What are the best middle-grade books
of 2018? I’ve picked my favorite books of the year. Books that transported me to other worlds, made me feel deeply, and inspired me to think about big issues. And these books are so well written, I couldn’t put them down. Comment if you’ve read any of these or you want to share other favorites!
Find ALL these books on my Amazon store here.
Best Middle-Grade Chapter Books of 2018
by Jonathan Auxier
/ MAGICAL REALISM
Set in Victorian London, this is a beautiful, bittersweet story about a plucky girl and her protector golem
which in the telling, illuminates the horrifying lives of chimney sweep kids as well as the world’s anti-semitism. Young Nan’s Sweep father figure is gone; she still dreams of his kindness and their life before he left. To survive, she works for a cruel chimney sweep. When another child sweep tries to burn Nan alive, a charcoal golem who was a piece of charcoal left to her by Sweep emerges to save her. She and her growing protector golem, Char, find a new, safer place to live but must stay vigilant so her old master doesn’t find them. On their own, they are helped by a street boy and a kind Jewish teacher. Sweep
is an irresistible story that will expand your heart…and your definition of what makes a monster.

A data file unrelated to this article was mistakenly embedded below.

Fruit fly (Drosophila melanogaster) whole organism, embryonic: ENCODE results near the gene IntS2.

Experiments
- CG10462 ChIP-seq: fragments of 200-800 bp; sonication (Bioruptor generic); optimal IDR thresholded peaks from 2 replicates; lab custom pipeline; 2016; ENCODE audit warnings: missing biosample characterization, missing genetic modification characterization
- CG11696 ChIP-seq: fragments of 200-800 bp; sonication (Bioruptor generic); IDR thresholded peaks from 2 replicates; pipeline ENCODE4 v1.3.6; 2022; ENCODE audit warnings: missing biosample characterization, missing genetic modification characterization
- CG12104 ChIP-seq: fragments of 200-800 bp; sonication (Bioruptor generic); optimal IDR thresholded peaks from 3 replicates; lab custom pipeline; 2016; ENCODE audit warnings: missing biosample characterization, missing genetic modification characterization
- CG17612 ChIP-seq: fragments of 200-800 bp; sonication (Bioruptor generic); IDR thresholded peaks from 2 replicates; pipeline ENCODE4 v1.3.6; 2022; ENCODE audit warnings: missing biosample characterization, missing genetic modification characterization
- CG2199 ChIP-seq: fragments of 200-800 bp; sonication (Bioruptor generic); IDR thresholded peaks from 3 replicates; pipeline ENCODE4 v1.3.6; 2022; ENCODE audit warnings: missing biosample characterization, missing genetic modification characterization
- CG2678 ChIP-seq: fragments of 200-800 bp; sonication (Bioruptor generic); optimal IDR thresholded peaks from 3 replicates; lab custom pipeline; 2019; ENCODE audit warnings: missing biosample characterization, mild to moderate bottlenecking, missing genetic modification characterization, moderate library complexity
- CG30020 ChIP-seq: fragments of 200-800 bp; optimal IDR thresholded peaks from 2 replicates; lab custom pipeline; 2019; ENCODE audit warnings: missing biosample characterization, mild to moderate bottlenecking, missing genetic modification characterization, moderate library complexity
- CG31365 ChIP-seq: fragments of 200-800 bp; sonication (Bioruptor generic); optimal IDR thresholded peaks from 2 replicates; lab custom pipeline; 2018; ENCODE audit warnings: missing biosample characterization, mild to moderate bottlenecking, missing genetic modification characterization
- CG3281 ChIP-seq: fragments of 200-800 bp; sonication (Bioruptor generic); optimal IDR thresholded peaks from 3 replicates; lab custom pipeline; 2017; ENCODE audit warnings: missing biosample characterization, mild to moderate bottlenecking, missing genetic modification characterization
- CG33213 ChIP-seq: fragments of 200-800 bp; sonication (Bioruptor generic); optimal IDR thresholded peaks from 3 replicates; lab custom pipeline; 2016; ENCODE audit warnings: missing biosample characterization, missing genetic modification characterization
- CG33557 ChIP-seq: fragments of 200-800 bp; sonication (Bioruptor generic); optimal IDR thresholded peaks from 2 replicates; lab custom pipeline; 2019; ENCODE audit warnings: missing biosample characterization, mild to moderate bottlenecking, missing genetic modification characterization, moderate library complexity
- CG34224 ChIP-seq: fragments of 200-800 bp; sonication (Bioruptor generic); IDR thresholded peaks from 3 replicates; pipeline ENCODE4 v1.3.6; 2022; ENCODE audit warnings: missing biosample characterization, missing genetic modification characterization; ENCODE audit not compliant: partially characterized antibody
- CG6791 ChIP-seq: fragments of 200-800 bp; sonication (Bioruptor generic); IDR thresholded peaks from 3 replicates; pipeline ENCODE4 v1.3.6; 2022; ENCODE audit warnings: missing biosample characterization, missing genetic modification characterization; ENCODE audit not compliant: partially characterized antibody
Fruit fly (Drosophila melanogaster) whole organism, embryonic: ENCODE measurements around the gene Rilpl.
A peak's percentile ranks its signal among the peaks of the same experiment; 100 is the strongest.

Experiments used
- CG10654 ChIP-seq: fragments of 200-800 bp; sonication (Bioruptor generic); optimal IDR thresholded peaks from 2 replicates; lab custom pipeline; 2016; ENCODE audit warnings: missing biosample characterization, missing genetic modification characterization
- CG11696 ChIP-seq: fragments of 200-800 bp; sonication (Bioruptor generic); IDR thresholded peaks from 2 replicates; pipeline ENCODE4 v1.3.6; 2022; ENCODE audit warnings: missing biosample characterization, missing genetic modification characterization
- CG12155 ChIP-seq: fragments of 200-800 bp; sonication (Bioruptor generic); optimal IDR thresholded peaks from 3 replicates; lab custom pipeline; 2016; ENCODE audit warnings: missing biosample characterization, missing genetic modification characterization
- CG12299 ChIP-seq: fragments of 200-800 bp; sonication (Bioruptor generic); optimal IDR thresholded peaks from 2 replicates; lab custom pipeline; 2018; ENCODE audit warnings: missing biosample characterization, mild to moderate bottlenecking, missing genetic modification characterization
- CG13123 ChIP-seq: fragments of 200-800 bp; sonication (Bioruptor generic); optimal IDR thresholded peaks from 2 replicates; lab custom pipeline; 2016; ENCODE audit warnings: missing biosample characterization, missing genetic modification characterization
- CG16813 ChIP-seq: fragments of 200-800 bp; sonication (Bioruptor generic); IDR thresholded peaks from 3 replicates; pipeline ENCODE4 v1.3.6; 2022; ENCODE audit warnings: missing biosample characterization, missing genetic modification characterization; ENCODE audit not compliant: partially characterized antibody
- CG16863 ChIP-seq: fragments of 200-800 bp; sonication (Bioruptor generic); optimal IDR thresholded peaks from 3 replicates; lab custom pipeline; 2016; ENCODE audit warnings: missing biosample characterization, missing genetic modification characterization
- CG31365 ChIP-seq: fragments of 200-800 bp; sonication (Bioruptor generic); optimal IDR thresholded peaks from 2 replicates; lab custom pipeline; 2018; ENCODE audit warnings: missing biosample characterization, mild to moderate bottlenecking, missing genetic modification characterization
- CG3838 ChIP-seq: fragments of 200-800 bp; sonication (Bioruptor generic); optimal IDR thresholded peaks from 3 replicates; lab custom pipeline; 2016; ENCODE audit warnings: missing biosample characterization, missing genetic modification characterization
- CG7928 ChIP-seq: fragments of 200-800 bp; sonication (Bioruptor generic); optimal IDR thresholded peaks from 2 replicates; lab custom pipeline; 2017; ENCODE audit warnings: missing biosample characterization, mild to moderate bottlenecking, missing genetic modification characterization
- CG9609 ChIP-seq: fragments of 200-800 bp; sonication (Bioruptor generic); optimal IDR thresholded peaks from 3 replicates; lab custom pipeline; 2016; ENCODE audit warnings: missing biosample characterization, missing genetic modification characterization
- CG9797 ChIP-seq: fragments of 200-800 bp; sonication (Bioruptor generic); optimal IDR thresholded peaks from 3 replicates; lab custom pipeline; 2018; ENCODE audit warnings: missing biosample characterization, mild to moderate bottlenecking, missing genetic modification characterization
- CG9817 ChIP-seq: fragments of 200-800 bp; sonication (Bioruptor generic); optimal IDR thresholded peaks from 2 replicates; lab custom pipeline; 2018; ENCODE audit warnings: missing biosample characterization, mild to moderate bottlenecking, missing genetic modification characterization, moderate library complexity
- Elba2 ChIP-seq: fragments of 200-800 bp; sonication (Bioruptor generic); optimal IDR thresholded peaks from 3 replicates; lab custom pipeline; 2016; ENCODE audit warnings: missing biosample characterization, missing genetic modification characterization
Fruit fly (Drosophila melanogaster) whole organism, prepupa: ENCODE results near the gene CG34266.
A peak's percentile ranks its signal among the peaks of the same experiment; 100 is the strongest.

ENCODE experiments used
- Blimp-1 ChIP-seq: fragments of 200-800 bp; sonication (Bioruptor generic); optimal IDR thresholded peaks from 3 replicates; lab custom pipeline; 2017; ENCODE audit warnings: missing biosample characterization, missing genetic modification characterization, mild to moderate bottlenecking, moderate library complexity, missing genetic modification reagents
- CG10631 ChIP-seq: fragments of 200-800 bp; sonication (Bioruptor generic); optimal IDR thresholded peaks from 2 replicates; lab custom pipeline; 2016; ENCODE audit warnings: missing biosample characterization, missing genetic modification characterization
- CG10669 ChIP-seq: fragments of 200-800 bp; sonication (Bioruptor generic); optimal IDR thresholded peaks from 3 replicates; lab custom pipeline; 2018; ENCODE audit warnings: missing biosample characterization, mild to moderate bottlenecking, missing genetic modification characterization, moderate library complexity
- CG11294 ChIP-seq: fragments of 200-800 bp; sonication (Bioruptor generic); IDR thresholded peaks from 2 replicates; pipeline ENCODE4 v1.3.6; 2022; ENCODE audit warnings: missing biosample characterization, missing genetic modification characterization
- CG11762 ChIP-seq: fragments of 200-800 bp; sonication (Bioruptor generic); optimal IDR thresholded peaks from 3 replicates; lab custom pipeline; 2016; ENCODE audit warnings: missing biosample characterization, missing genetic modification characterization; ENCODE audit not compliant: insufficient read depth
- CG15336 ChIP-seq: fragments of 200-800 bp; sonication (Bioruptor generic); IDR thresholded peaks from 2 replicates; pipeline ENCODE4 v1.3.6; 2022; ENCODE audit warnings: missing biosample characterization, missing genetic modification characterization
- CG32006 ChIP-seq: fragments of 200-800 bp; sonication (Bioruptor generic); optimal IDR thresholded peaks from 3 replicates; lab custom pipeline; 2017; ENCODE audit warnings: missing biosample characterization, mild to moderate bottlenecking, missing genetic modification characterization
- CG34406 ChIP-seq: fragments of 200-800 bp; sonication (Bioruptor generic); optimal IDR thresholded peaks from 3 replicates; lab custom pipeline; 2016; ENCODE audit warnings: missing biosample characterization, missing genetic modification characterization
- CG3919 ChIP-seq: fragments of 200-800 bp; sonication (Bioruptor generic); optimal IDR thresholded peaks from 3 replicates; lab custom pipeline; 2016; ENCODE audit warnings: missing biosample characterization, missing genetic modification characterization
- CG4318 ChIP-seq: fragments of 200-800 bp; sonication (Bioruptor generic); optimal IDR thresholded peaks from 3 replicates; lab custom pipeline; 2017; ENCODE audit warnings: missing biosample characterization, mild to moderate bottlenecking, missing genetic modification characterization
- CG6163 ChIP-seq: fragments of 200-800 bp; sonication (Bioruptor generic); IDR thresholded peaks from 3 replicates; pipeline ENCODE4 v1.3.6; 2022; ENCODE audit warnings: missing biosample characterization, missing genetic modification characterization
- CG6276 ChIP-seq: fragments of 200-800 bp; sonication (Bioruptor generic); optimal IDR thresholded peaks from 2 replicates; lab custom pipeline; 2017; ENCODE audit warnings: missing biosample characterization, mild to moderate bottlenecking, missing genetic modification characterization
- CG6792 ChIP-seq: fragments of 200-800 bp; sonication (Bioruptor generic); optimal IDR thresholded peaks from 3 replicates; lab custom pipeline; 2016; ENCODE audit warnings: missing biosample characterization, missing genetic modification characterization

Wow. I can’t recommend this book enough!! Marsh writes a stunning novel about two young boys from very different backgrounds — one is a refugee from Syria while the other is an American who has just moved to Belgium. Interwoven in this timely, poignant story are the big issues of refugees, prejudice, fear, friendship, and kindness. To avoid the overcrowded refugee centers, Ahmed hides in the basement of the house where Max lives with his family. When he’s discovered by Max, the boys develop a friendship; Max keeps Ahmed hidden from everyone. The boys come up with a plan to enroll Ahmed in Max’s school. And it works. But it can’t last forever. A local policeman suspects something and Max’s family will be moving back to the U.S. soon…
Get ready for an exciting adventure filled with Latin American and Spanish mythology! (Which the author calls Hispanic mythology.) This story is immediately engaging with the perfect balance of action, dialogue, & description interspersed with Spanish words and phrases. Charlie Hernández’s house burns down, his parents go missing, and he is sent to a foster home. But it’s when he grows HORNS, the WINGS, and meets the MYTHS in real life — like calacas, mukis, and El Justo Juez — that he’s really freaked out. Fortunately, a persistent classmate Violet Rey (also his crush) helps Charlie follow the clues to find out what happened to his parents — and what it has to do with La Mano Peluda and the prophesied Morphling who is meant to save the world. Incredible writing makes this magical adventure come to life.
Louisiana’s Way Home
by Kate DiCamillo
What a luminous, sparkling gem of a book with quirky, complex characters!
Granny drags Louisiana out of bed in the middle of the night, insisting that they leave their home to confront the family curse. Not only does Louisiana not want to leave her friends and home but things get even worse when Granny abandons Louisiana at a motel along the way. Forced to fend for herself, Louisiana figures out how to survive miles from home while worrying that the family curse has destined her for an unhappy life. You won’t want to miss a moment of this enthralling, emotionally resonant story.